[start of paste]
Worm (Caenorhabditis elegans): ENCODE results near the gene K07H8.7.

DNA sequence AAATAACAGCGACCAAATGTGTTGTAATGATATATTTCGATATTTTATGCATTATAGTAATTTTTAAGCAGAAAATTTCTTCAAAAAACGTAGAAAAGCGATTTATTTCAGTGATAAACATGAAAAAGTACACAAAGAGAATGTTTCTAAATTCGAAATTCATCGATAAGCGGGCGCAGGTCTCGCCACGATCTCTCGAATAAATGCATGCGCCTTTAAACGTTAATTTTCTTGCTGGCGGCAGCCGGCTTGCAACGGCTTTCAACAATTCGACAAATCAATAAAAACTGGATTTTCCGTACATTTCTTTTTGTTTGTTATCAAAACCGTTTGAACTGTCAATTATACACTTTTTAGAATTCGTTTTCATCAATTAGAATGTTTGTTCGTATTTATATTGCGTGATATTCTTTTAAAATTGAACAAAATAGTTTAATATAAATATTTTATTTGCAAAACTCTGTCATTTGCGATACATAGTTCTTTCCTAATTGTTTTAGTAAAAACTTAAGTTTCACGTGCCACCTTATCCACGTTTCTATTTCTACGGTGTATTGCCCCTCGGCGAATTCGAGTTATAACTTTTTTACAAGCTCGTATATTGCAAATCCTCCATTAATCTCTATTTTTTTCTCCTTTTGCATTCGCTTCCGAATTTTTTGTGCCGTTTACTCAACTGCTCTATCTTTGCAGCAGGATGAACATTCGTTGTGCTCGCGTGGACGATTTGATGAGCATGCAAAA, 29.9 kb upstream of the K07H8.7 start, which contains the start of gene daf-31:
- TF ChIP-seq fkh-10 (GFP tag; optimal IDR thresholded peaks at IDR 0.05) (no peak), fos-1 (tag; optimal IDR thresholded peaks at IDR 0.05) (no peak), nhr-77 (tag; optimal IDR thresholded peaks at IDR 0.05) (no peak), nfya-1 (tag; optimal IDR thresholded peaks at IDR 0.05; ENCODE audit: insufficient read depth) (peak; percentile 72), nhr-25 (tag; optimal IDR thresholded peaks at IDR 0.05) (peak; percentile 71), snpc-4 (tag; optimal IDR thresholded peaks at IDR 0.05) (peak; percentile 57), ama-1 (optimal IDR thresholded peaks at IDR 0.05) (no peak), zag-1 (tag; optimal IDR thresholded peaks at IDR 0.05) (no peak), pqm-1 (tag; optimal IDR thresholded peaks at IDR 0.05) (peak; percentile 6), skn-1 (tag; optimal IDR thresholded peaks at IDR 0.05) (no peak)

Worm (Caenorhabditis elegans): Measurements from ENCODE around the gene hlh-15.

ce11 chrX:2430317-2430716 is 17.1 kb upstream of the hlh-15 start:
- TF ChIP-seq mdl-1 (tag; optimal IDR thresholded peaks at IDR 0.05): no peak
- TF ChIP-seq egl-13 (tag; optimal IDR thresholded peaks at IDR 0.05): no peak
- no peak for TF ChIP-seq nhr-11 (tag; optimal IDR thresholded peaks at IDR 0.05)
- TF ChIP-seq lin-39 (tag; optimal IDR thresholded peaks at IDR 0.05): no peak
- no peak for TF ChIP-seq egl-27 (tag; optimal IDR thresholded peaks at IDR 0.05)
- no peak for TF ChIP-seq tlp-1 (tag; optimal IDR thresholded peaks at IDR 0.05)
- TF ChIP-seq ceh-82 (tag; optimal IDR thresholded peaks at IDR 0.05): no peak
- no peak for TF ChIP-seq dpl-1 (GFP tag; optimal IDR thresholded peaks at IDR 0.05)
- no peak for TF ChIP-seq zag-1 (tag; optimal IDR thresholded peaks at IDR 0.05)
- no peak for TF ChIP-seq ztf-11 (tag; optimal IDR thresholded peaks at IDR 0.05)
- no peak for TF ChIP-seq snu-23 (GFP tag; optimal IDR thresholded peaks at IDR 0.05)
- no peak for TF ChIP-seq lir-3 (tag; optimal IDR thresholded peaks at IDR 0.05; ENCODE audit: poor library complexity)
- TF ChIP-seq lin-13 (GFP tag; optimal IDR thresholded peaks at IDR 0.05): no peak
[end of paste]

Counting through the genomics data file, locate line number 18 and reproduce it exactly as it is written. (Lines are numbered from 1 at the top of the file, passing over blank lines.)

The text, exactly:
- TF ChIP-seq lin-13 (GFP tag; optimal IDR thresholded peaks at IDR 0.05): no peak